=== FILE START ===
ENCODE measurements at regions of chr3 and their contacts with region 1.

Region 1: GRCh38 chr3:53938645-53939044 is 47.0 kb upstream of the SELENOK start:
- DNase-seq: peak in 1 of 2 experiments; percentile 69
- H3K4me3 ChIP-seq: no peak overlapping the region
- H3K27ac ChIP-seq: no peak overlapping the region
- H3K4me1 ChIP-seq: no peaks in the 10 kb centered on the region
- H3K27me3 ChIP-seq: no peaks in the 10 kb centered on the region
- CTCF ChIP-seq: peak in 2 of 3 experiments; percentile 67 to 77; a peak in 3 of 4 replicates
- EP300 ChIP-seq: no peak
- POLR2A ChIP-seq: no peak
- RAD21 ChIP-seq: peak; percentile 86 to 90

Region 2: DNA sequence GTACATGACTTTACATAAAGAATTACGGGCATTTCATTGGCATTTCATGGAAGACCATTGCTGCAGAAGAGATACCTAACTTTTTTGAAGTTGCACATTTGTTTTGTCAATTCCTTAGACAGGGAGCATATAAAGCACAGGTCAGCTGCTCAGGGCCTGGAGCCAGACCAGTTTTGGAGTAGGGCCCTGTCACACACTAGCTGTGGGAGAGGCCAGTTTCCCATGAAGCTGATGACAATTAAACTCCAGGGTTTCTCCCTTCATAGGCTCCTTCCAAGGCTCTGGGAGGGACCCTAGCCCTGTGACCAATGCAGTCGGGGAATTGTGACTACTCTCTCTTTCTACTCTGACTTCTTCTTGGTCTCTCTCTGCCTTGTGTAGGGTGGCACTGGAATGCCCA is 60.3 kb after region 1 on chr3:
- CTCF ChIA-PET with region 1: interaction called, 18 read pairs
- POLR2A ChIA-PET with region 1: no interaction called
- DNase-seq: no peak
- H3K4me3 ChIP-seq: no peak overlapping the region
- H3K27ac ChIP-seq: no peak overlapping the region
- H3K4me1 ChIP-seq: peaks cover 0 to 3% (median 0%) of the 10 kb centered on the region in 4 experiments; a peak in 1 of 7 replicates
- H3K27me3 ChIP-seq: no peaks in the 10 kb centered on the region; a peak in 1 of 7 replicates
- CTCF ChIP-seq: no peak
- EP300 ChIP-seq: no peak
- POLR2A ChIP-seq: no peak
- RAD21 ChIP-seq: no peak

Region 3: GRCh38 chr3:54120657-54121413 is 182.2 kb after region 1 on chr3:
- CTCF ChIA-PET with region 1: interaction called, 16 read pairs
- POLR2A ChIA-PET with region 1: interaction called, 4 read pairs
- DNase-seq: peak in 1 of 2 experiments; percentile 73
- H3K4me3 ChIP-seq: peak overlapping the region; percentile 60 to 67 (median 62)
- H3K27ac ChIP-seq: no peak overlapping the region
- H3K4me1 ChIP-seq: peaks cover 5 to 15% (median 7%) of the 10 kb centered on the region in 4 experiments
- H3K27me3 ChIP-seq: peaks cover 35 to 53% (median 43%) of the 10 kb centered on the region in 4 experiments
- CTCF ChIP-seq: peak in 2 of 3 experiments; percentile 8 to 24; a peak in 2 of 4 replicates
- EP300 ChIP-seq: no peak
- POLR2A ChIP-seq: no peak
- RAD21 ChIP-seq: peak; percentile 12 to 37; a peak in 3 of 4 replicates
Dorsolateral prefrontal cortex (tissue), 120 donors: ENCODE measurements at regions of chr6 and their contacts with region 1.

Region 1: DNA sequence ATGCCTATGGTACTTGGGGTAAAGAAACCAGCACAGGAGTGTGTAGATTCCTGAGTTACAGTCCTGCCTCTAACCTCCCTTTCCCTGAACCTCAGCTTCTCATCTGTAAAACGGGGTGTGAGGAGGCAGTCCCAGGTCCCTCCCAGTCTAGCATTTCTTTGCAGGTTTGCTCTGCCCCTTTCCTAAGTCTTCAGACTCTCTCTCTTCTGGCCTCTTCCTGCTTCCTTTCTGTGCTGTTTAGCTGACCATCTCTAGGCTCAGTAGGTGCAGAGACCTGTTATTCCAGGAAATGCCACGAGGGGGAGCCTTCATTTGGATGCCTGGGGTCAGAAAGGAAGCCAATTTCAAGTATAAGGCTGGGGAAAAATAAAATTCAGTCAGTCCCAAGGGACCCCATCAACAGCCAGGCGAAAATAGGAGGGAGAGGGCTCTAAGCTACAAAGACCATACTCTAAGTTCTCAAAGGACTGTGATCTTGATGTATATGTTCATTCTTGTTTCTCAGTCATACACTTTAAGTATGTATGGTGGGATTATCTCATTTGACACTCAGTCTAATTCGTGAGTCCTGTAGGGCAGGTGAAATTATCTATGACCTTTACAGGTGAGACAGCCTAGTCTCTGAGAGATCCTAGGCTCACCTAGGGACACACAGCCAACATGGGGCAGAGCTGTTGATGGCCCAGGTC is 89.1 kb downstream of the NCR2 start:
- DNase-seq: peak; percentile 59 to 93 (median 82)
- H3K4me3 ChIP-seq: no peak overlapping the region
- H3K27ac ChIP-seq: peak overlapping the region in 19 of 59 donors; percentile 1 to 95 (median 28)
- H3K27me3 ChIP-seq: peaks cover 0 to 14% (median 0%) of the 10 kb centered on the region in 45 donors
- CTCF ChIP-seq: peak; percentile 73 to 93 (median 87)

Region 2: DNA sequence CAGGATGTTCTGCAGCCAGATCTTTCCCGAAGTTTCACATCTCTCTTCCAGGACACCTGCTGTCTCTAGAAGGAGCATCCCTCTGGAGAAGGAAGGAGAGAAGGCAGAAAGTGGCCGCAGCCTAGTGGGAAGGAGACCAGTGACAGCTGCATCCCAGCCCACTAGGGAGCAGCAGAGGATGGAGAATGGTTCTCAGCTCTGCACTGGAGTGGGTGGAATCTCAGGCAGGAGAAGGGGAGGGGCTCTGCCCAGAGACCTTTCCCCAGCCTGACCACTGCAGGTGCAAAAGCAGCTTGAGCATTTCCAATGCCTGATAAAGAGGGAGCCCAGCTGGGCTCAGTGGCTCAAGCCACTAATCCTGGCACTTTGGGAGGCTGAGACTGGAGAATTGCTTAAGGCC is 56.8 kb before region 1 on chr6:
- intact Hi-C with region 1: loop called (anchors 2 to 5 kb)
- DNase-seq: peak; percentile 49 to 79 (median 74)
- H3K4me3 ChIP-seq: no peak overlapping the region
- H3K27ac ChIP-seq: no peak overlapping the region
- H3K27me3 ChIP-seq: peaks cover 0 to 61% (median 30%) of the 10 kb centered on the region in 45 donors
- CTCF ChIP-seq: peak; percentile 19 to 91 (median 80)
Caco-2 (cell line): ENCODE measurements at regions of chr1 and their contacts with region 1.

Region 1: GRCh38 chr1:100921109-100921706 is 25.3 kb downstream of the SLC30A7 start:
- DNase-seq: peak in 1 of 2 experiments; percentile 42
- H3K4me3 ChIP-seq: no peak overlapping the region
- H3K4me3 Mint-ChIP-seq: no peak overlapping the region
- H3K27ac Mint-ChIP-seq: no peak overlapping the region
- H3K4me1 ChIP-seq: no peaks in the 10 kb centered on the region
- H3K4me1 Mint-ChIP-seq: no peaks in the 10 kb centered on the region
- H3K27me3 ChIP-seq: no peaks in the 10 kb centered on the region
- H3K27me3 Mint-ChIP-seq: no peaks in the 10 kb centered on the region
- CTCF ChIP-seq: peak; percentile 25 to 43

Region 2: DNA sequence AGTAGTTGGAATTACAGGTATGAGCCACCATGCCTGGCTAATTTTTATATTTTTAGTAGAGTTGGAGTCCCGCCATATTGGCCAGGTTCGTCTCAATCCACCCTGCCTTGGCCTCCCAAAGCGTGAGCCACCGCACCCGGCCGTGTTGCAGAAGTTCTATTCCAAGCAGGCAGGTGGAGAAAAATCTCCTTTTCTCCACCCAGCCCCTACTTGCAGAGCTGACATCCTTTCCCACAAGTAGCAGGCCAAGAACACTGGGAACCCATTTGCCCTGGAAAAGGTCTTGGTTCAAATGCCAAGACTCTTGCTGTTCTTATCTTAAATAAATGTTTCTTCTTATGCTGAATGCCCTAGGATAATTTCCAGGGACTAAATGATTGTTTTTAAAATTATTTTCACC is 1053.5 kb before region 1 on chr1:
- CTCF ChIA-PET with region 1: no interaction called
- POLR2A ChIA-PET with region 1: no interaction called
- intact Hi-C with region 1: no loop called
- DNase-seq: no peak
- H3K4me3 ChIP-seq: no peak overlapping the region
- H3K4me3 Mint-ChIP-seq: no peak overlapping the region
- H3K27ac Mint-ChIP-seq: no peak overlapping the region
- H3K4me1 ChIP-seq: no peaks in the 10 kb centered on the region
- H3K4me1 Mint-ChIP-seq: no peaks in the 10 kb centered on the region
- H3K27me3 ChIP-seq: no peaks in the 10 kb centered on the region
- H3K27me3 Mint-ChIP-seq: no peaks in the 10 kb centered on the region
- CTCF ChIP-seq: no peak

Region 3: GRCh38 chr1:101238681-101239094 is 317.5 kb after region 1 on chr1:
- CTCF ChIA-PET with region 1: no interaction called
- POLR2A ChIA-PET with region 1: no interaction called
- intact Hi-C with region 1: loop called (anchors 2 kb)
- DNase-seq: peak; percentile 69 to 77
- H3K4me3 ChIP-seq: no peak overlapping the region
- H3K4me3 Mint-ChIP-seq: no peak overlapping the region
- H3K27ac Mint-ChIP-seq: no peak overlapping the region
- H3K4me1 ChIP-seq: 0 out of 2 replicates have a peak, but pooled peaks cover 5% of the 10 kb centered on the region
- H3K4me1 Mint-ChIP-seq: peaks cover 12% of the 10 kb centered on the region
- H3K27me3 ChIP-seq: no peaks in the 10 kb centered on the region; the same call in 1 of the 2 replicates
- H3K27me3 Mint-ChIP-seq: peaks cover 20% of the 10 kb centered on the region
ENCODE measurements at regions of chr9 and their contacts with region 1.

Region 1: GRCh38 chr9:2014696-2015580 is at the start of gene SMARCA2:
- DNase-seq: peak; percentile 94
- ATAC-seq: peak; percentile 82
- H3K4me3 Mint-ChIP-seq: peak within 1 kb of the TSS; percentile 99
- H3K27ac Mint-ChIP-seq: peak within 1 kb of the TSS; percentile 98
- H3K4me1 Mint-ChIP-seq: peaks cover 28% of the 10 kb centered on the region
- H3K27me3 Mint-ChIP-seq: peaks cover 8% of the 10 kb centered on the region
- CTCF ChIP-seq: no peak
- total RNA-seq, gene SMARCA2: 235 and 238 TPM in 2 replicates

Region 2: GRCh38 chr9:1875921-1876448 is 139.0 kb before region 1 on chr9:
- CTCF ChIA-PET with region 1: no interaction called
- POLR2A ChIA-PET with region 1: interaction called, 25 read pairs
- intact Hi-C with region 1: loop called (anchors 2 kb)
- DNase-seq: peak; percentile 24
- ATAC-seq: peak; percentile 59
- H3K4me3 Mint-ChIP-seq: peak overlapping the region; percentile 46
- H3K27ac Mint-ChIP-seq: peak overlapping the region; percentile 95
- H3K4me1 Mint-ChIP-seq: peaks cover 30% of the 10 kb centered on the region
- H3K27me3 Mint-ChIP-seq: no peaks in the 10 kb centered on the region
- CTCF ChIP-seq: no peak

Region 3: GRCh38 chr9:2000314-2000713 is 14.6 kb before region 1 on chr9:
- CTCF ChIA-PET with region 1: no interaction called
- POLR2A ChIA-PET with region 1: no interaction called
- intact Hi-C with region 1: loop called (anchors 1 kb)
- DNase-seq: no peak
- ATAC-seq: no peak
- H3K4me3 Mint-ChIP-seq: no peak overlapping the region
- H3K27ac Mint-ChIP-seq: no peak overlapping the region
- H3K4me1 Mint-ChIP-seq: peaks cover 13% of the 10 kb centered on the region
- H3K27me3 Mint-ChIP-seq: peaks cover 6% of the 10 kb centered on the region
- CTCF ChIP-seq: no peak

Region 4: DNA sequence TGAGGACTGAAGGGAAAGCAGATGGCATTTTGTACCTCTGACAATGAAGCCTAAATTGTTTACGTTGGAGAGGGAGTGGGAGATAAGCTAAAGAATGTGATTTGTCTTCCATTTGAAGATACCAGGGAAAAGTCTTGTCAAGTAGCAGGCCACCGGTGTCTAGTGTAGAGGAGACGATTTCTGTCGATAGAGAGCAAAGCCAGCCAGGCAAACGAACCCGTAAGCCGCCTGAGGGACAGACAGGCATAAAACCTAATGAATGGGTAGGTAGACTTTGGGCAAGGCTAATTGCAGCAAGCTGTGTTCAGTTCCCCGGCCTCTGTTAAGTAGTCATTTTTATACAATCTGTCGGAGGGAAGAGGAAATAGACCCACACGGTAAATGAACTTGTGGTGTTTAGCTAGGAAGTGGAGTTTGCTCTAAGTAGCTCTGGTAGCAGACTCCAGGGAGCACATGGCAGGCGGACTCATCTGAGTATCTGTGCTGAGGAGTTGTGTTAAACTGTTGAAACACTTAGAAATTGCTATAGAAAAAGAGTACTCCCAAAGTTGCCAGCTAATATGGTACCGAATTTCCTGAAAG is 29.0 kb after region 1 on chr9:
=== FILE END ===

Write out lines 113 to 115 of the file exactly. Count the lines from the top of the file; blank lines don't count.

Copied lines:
- H3K4me3 Mint-ChIP-seq: no peak overlapping the region
- H3K27ac Mint-ChIP-seq: no peak overlapping the region
- H3K4me1 Mint-ChIP-seq: peaks cover 13% of the 10 kb centered on the region